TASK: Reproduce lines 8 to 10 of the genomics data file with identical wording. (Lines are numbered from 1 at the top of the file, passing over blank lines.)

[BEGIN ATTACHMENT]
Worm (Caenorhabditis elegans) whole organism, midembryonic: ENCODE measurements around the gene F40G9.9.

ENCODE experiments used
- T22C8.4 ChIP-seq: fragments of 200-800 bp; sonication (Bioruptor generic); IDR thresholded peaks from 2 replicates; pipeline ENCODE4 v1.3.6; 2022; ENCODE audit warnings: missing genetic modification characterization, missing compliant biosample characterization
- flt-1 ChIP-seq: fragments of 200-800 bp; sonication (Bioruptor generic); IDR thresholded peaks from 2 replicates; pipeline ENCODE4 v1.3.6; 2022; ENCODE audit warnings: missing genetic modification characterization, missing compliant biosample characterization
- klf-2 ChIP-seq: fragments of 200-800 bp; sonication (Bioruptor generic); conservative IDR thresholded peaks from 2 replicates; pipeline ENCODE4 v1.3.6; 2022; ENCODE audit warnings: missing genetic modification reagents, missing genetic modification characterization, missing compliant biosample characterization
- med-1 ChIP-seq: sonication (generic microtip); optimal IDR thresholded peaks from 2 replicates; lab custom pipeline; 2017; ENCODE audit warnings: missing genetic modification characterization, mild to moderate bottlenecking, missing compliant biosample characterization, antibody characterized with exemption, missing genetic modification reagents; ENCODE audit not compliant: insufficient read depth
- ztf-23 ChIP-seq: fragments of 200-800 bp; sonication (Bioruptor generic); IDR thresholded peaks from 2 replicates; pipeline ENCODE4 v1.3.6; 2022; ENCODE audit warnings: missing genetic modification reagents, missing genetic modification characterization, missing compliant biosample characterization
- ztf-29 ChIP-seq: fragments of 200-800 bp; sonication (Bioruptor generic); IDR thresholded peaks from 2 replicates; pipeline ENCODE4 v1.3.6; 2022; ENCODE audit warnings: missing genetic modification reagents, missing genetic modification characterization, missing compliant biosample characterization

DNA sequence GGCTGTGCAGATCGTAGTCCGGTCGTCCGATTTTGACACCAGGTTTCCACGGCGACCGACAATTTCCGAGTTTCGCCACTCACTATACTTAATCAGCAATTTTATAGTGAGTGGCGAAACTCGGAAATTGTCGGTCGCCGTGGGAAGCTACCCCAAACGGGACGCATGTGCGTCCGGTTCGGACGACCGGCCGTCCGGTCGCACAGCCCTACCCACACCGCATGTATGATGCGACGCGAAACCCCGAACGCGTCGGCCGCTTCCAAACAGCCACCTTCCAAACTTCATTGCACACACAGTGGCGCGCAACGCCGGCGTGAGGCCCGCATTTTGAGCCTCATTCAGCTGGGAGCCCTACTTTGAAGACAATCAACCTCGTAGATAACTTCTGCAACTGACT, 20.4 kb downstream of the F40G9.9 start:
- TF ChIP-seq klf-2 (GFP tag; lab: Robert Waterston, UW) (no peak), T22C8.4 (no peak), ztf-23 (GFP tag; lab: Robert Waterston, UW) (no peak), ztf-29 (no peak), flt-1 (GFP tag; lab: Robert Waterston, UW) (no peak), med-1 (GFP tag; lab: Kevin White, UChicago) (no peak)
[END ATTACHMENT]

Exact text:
- ztf-29 ChIP-seq: fragments of 200-800 bp; sonication (Bioruptor generic); IDR thresholded peaks from 2 replicates; pipeline ENCODE4 v1.3.6; 2022; ENCODE audit warnings: missing genetic modification reagents, missing genetic modification characterization, missing compliant biosample characterization

DNA sequence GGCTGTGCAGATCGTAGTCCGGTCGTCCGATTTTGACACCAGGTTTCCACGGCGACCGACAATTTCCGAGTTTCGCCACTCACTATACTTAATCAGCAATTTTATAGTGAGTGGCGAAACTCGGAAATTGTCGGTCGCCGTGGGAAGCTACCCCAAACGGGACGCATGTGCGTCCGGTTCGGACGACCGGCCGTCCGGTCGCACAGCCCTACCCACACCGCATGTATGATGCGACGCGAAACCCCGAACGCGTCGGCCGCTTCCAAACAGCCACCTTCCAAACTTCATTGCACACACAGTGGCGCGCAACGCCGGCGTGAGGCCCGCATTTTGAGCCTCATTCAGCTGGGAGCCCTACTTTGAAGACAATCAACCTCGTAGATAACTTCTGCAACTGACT, 20.4 kb downstream of the F40G9.9 start:
- TF ChIP-seq klf-2 (GFP tag; lab: Robert Waterston, UW) (no peak), T22C8.4 (no peak), ztf-23 (GFP tag; lab: Robert Waterston, UW) (no peak), ztf-29 (no peak), flt-1 (GFP tag; lab: Robert Waterston, UW) (no peak), med-1 (GFP tag; lab: Kevin White, UChicago) (no peak)